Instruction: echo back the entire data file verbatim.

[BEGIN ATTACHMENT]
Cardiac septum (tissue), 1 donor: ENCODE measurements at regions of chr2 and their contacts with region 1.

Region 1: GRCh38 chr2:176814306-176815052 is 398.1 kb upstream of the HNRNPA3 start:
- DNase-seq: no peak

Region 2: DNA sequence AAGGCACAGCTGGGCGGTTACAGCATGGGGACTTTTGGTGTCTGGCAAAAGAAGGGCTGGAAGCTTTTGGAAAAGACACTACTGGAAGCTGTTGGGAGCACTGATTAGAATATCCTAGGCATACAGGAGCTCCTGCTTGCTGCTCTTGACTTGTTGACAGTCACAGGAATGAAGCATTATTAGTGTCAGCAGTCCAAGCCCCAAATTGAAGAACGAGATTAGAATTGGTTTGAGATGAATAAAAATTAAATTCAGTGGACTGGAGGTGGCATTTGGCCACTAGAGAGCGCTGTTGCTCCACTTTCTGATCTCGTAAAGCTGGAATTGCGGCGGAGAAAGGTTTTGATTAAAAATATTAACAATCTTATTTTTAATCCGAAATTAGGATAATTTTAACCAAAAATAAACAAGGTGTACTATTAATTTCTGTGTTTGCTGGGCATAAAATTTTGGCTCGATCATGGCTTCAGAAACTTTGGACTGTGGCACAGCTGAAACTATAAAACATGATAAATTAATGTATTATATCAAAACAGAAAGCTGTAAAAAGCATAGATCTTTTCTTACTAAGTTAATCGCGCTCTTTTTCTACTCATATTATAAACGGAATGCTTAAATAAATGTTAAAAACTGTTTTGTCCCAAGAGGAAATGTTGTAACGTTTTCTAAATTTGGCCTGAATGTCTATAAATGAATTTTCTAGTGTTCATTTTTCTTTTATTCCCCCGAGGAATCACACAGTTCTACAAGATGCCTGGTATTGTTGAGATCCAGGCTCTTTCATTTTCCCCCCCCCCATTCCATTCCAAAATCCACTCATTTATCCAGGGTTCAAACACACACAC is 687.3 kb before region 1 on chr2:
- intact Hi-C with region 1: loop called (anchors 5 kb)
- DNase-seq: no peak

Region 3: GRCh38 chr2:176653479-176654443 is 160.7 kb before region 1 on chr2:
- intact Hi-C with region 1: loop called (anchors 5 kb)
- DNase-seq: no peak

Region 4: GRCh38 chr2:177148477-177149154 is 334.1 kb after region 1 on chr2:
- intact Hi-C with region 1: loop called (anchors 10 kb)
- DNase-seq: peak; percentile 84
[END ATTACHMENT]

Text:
Cardiac septum (tissue), 1 donor: ENCODE measurements at regions of chr2 and their contacts with region 1.

Region 1: GRCh38 chr2:176814306-176815052 is 398.1 kb upstream of the HNRNPA3 start:
- DNase-seq: no peak

Region 2: DNA sequence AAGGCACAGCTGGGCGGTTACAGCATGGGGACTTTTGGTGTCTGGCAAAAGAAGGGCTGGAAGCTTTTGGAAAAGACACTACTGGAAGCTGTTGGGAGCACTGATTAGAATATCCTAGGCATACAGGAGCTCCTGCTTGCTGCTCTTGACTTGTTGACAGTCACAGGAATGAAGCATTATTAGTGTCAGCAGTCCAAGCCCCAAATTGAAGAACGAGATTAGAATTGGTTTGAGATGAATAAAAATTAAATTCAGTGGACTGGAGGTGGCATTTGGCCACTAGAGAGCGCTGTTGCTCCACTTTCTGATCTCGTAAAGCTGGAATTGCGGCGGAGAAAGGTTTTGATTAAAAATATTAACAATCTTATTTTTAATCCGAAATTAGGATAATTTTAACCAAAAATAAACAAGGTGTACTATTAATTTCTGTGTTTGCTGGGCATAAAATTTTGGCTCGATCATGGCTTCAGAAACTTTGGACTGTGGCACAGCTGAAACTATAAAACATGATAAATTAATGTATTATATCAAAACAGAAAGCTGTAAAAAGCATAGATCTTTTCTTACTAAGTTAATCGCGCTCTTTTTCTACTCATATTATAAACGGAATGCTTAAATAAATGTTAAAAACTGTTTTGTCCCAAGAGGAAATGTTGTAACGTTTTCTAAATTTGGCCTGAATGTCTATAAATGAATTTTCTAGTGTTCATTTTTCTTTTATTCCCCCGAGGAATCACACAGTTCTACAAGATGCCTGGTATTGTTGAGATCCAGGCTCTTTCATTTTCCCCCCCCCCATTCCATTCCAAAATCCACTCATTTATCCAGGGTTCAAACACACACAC is 687.3 kb before region 1 on chr2:
- intact Hi-C with region 1: loop called (anchors 5 kb)
- DNase-seq: no peak

Region 3: GRCh38 chr2:176653479-176654443 is 160.7 kb before region 1 on chr2:
- intact Hi-C with region 1: loop called (anchors 5 kb)
- DNase-seq: no peak

Region 4: GRCh38 chr2:177148477-177149154 is 334.1 kb after region 1 on chr2:
- intact Hi-C with region 1: loop called (anchors 10 kb)
- DNase-seq: peak; percentile 84